Letter: Closing the US-Canada border must be based on fact, not hearsay

Ask local businesspeople how they feel about the closures’ impact on their livelihoods

EDITOR’S NOTE: The following letter is in response to the September 16 Page 4 letter to the editorial titled ‘Keep borders closed’ by Ron Osawabine.

To the Expositor:

Whether or not the Canadian/United States border needs to be closed for the rest of this year or into next year is a decision that needs to be based on facts, not hearsay.

The coronavirus in the United States is not out of control. Although cases have gone up recently and there is talk of a “second wave” (whatever that means), what is being overlooked is the number of deaths caused by the virus. In Michigan the number of daily deaths peaked on April 21 at 232. Since that April date, the curve has been in a gradual downward trend; beginning July 4, the daily death toll has been as low as “zero” and as high as 31. This downward trend is similar for the rest of the United States. This is not evidence of a virus being “totally out of control” but rather evidence of a thoughtful, systematic approach to controlling the impact and spread of the virus.

Citizens in both the United States and Canada share the common desire of not wanting to see another “shutdown” or as we call it in Michigan “a stay-at-home order.” Not only are they bad for business and the economy as a whole, but the health professionals are discovering that “shutdowns” are also bad for the mental and emotional stability of many individuals and families. This is true regardless of whether or not borders are open.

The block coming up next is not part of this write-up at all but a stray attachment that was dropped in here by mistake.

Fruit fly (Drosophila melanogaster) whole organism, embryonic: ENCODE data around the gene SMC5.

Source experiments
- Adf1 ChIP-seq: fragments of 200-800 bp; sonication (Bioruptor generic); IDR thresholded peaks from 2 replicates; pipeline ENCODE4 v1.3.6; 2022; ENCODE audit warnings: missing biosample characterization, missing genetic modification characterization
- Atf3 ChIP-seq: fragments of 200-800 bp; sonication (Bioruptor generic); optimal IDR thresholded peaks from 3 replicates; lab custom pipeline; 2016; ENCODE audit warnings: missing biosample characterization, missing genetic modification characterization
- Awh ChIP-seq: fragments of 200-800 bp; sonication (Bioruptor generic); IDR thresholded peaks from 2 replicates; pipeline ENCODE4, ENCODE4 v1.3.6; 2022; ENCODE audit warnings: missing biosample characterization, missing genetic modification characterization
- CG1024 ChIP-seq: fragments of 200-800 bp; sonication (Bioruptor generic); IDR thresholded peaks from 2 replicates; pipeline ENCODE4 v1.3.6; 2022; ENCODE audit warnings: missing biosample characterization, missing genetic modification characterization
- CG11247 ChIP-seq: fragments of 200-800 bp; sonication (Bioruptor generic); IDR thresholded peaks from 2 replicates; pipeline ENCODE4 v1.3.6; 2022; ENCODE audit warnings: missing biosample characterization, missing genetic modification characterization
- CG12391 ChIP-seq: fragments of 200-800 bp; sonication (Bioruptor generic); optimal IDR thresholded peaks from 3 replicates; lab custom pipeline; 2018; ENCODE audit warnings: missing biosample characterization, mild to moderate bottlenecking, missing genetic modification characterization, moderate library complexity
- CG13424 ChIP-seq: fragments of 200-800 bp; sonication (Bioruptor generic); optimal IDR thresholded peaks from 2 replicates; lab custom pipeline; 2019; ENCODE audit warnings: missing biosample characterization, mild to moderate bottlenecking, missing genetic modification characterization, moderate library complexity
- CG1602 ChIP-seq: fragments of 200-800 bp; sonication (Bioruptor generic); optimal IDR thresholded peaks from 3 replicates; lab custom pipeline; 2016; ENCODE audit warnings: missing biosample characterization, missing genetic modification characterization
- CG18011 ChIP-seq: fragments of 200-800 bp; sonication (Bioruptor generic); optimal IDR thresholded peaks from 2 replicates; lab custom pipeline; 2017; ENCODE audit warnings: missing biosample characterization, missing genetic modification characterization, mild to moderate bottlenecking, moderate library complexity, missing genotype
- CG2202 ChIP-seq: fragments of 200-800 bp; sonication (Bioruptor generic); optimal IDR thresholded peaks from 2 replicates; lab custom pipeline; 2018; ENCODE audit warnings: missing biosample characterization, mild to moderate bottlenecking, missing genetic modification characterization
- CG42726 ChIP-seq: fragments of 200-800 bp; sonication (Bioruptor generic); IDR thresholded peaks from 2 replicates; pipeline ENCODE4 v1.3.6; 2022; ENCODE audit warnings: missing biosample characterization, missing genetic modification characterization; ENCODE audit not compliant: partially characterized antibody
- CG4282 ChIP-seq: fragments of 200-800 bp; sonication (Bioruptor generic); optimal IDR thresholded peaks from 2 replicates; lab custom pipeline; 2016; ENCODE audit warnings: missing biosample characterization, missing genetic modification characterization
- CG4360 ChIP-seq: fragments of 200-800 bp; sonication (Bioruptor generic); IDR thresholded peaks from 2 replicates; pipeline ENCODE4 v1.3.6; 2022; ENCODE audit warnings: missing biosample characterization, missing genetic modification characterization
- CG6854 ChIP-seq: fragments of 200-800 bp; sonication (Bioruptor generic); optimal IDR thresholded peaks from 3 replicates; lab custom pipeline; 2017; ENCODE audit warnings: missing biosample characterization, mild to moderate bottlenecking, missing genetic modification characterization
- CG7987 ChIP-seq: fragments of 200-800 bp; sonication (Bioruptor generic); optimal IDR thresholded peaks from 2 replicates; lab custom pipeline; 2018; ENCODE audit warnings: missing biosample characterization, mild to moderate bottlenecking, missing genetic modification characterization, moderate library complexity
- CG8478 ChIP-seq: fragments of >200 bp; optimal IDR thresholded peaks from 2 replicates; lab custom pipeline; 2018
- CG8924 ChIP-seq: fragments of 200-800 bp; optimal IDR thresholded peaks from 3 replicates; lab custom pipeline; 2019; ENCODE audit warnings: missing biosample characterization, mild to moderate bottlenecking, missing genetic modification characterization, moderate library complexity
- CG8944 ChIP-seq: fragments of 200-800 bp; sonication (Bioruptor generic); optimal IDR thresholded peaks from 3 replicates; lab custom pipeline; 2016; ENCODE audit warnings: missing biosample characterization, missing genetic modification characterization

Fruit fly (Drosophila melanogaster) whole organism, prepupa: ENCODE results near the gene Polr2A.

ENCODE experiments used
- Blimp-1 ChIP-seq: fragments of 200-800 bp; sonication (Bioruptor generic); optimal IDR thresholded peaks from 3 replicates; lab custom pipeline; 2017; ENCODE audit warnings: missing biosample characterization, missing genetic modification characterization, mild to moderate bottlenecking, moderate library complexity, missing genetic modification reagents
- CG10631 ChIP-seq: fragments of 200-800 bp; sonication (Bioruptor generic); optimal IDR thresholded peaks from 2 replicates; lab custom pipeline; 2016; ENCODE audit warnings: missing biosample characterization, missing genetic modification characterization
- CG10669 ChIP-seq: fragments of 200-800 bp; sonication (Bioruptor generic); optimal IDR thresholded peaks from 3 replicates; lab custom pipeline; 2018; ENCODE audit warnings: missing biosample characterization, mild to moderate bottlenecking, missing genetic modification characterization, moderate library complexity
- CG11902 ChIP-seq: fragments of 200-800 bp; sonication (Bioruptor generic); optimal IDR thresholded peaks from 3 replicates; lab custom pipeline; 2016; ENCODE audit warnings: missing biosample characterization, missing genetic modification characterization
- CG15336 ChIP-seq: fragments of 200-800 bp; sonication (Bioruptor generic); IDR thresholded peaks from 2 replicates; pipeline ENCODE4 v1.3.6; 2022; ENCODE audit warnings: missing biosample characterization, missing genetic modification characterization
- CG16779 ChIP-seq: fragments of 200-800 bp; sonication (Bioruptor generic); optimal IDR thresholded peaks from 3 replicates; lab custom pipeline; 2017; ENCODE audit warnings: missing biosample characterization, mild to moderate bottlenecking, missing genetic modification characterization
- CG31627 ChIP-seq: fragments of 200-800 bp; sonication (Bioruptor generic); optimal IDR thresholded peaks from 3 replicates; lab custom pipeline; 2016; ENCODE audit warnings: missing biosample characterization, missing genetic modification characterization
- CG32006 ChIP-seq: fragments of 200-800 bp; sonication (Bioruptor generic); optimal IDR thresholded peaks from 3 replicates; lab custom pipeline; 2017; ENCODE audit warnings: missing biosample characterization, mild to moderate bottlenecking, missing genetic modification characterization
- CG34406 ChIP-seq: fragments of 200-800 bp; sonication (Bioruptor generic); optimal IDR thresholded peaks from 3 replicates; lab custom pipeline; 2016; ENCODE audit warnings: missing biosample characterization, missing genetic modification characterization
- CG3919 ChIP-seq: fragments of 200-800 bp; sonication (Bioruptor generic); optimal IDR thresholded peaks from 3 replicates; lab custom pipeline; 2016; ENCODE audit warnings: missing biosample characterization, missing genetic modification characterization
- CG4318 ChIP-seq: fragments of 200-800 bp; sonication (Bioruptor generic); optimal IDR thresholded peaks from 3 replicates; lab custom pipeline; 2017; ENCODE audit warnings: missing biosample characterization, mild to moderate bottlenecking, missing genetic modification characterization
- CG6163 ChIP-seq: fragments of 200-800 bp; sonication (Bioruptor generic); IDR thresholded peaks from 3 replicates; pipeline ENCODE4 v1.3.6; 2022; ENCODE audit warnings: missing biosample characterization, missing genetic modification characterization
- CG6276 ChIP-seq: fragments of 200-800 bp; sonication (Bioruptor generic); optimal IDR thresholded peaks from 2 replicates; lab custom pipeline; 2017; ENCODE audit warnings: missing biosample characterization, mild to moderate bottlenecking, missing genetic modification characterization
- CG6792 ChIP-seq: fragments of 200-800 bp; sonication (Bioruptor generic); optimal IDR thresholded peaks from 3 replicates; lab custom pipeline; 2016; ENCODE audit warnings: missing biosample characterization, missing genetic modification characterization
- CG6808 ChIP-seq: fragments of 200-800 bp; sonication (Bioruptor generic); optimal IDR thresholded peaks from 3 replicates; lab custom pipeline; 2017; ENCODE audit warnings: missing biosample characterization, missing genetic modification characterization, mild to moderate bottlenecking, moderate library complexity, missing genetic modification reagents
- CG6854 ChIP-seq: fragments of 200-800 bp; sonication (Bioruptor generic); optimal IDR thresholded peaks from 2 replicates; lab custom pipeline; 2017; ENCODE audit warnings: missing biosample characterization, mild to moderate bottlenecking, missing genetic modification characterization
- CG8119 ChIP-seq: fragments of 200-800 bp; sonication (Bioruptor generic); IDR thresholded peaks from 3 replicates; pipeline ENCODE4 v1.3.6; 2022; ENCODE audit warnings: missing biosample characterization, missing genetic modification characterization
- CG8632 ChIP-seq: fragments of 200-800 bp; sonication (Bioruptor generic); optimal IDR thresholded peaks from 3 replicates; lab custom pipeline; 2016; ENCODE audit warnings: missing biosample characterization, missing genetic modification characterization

In Michigan we are all wearing face masks indoors. Some of the old folks, like me, are also wearing face masks outdoors. It is not uncommon to see a mother and her little children all wearing face masks as they walk into a grocery store.

As to the comment about “stop their drinking parties;” really? The bars in Michigan are only allowed to operate at 20 percent capacity. Unfortunately, young adults will always be young adults: they will ignore the rules about social distancing, wearing face masks, and other reckless behaviour. Reckless only because of the pandemic. If you think this reckless behavior is only going on in the United States, then you need to think again. This observation brings a smile to my face: I remember being picked up by a sheriff as a minor in possession for taking a sip of beer when I was 16 years old. But I digress.

One final comment: before waving a banner for closed borders, visit the shop owners in Little Current to get their take on the impact to their businesses of closed borders; ask the Fergusons, the Turners, the Sheppards, the McGregors, and other people in the community how they feel about closed borders and the related impact on businesses.

In the meantime, we wish all of you and your families to stay safe and well.

Bob and Fran Taylor

Kagawong and Michigan